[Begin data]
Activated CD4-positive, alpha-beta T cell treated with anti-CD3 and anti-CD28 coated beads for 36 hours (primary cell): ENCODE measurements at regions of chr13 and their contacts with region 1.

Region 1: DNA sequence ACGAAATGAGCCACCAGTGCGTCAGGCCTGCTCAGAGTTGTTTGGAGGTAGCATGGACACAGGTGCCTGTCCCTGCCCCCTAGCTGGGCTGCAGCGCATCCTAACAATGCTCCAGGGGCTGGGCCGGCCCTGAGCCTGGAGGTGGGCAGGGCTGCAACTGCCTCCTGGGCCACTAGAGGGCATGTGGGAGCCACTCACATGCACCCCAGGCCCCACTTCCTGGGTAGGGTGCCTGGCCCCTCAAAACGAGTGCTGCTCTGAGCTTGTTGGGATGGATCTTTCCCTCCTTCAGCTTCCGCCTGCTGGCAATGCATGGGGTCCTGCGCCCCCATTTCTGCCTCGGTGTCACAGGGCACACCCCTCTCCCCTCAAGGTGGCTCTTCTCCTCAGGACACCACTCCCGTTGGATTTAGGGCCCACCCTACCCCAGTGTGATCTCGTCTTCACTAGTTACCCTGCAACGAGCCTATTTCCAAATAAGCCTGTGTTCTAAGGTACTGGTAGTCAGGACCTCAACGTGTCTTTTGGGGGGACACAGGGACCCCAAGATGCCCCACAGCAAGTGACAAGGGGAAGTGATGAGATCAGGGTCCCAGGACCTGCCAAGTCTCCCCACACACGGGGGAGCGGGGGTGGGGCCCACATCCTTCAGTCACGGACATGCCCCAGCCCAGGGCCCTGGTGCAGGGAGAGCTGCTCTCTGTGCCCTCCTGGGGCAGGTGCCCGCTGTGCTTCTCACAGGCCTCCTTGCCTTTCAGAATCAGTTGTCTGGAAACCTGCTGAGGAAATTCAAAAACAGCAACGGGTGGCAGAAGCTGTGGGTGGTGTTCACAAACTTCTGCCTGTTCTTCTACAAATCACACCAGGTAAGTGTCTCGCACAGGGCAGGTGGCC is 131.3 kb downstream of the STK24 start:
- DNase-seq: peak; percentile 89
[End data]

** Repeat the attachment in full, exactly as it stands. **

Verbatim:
Activated CD4-positive, alpha-beta T cell treated with anti-CD3 and anti-CD28 coated beads for 36 hours (primary cell): ENCODE measurements at regions of chr13 and their contacts with region 1.

Region 1: DNA sequence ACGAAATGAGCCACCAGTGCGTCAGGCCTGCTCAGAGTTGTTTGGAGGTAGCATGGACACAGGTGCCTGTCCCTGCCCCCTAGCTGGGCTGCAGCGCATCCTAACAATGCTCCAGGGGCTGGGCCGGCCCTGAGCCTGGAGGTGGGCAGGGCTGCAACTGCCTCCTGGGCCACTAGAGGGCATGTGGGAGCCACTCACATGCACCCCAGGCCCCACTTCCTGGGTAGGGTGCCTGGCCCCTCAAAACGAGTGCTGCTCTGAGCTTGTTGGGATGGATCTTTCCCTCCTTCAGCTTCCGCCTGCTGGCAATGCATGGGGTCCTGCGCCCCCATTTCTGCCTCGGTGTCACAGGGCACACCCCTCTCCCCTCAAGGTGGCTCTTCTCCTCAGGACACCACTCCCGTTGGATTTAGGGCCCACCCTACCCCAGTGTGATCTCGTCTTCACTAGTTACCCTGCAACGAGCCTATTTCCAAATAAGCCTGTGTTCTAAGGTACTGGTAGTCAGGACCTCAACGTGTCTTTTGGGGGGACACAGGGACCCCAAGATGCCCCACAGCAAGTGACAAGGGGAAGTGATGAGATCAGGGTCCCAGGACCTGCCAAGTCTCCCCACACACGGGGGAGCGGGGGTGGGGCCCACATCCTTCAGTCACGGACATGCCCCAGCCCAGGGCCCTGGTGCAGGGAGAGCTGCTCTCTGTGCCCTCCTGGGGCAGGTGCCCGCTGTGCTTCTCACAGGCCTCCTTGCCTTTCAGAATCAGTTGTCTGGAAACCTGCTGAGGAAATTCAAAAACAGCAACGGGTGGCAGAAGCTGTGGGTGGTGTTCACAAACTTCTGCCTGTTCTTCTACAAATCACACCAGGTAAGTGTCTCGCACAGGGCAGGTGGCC is 131.3 kb downstream of the STK24 start:
- DNase-seq: peak; percentile 89